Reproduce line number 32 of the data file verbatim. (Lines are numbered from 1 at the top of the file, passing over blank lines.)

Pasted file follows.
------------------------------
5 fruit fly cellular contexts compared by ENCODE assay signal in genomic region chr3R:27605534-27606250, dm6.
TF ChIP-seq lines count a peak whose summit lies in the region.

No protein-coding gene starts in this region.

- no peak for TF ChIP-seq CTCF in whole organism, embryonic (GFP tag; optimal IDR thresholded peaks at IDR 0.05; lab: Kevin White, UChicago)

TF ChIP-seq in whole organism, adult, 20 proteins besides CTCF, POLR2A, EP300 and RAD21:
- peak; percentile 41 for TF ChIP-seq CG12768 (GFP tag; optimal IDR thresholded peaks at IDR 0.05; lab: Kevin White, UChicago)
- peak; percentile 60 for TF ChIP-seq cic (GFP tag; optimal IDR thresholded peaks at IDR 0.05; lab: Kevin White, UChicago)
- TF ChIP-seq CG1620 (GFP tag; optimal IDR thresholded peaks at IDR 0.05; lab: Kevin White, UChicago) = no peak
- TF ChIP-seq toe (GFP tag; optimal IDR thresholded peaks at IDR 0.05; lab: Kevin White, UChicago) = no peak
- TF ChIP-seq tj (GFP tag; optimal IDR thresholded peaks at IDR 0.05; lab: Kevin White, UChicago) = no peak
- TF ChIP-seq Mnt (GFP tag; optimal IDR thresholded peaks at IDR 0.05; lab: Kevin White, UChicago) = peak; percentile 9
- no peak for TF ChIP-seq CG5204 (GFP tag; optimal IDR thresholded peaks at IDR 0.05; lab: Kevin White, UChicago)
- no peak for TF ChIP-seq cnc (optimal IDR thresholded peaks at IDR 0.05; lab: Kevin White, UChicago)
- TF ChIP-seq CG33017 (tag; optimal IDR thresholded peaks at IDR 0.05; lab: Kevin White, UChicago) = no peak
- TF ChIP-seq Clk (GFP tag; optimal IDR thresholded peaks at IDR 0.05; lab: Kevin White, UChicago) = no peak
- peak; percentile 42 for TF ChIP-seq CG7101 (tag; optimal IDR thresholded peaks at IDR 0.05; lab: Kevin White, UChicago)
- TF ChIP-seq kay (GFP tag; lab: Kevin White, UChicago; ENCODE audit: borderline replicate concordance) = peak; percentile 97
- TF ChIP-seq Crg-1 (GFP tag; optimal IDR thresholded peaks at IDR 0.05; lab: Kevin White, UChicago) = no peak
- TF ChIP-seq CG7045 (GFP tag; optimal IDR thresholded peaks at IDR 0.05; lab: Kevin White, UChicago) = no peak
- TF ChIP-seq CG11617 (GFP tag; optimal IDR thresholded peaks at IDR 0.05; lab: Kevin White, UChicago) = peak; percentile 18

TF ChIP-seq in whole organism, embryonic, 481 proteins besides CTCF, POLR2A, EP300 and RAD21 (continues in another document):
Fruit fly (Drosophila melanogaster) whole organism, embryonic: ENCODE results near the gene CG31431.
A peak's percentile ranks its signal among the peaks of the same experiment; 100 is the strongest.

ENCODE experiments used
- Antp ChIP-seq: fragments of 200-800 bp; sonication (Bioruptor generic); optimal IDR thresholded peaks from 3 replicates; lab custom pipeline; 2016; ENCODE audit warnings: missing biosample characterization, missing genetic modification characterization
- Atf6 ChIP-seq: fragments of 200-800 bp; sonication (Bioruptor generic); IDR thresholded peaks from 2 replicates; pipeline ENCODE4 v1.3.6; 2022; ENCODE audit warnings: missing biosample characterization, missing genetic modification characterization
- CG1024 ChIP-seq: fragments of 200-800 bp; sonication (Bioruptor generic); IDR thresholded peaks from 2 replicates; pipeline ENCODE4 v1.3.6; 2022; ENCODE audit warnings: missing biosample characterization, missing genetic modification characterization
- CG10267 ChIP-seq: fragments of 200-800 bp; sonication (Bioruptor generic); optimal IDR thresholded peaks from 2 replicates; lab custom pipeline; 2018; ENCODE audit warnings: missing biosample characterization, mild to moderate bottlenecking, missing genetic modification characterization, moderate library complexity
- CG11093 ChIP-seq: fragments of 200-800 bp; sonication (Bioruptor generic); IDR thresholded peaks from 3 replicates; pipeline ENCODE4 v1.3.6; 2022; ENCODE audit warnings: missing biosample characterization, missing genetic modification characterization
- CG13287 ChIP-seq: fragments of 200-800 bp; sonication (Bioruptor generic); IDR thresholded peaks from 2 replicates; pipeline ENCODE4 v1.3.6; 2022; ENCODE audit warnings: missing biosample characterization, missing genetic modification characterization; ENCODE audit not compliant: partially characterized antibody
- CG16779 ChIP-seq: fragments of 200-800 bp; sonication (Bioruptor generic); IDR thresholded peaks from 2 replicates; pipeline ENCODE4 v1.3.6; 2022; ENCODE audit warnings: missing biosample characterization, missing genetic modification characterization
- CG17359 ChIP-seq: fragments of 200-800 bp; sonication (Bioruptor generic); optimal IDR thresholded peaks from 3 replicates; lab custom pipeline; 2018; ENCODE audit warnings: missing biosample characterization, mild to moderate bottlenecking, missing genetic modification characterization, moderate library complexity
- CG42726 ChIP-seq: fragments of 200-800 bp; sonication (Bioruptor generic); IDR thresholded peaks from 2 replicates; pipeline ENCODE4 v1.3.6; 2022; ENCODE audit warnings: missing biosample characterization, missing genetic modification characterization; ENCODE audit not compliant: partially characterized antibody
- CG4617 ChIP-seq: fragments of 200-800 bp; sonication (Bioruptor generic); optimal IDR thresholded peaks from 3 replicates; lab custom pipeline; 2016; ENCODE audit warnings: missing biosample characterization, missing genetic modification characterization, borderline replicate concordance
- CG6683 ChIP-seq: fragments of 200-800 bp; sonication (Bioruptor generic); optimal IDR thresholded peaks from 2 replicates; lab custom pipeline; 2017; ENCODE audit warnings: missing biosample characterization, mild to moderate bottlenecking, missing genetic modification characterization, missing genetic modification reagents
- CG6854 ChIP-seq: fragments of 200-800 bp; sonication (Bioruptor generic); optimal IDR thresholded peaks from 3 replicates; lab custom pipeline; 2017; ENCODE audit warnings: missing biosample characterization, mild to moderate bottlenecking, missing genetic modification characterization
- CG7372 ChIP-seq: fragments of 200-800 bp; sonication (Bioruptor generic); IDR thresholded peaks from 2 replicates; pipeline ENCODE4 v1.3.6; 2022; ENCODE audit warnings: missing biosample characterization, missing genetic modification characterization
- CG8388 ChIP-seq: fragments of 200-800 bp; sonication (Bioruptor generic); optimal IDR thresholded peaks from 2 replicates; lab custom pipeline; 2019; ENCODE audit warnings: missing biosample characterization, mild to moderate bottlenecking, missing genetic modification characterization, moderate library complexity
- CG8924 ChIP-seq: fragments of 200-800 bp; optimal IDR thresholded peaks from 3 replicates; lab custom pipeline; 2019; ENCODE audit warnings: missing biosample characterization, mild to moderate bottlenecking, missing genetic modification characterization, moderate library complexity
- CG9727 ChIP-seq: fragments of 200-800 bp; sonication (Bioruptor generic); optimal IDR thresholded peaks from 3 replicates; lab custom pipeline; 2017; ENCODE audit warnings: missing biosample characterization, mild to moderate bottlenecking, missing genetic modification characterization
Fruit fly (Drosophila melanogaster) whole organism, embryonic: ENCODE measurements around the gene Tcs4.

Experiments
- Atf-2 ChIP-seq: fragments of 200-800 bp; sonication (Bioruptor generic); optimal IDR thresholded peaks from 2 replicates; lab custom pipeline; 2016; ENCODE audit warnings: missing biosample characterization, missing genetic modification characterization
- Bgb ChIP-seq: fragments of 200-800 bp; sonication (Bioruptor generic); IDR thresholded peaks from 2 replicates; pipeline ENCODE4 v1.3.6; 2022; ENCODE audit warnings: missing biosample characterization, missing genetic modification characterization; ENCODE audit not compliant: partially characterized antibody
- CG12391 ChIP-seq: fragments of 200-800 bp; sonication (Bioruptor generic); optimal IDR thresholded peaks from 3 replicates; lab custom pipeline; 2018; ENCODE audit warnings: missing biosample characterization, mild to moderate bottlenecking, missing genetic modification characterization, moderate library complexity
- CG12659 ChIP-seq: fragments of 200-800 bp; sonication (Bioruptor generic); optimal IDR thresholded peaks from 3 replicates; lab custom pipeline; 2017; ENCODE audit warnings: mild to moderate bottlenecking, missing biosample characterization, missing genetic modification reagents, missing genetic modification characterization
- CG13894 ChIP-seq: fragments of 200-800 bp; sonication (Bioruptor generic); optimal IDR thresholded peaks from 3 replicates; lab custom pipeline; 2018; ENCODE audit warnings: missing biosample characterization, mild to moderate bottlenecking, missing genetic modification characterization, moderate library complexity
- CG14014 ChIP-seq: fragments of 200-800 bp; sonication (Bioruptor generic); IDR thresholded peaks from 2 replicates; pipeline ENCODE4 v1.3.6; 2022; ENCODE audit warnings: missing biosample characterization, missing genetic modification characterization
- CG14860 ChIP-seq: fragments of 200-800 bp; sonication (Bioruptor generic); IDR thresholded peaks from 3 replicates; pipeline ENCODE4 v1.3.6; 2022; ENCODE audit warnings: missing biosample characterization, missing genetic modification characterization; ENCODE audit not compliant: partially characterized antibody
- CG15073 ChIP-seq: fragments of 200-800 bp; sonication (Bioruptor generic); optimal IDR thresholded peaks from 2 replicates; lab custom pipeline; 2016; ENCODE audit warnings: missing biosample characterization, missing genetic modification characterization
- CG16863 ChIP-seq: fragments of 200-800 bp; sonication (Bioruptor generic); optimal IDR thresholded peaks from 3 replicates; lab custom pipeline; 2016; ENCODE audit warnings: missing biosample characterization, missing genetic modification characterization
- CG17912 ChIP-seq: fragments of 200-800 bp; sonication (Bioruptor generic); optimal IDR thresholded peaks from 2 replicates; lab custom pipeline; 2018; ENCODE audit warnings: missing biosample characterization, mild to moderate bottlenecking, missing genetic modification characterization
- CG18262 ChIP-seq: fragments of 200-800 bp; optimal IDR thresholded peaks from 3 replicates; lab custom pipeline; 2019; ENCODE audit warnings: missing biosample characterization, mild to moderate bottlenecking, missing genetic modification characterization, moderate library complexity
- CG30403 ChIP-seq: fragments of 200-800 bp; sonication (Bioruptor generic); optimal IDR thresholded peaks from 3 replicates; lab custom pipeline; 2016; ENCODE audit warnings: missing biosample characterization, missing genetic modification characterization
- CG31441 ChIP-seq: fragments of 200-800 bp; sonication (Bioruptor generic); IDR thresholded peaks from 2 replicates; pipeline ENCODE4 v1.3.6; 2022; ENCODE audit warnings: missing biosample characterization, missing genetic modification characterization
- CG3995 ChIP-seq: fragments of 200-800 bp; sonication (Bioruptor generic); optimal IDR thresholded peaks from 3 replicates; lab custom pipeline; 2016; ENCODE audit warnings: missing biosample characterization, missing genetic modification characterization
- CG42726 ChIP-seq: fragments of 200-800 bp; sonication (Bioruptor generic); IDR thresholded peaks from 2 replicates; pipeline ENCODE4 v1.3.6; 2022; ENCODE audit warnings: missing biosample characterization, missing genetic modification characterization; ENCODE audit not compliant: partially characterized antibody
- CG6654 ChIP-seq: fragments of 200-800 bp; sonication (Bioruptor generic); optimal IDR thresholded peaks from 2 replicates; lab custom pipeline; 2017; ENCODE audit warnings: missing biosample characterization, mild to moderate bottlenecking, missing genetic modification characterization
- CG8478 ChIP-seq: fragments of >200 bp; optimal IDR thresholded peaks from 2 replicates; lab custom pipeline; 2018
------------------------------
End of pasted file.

- CG17359 ChIP-seq: fragments of 200-800 bp; sonication (Bioruptor generic); optimal IDR thresholded peaks from 3 replicates; lab custom pipeline; 2018; ENCODE audit warnings: missing biosample characterization, mild to moderate bottlenecking, missing genetic modification characterization, moderate library complexity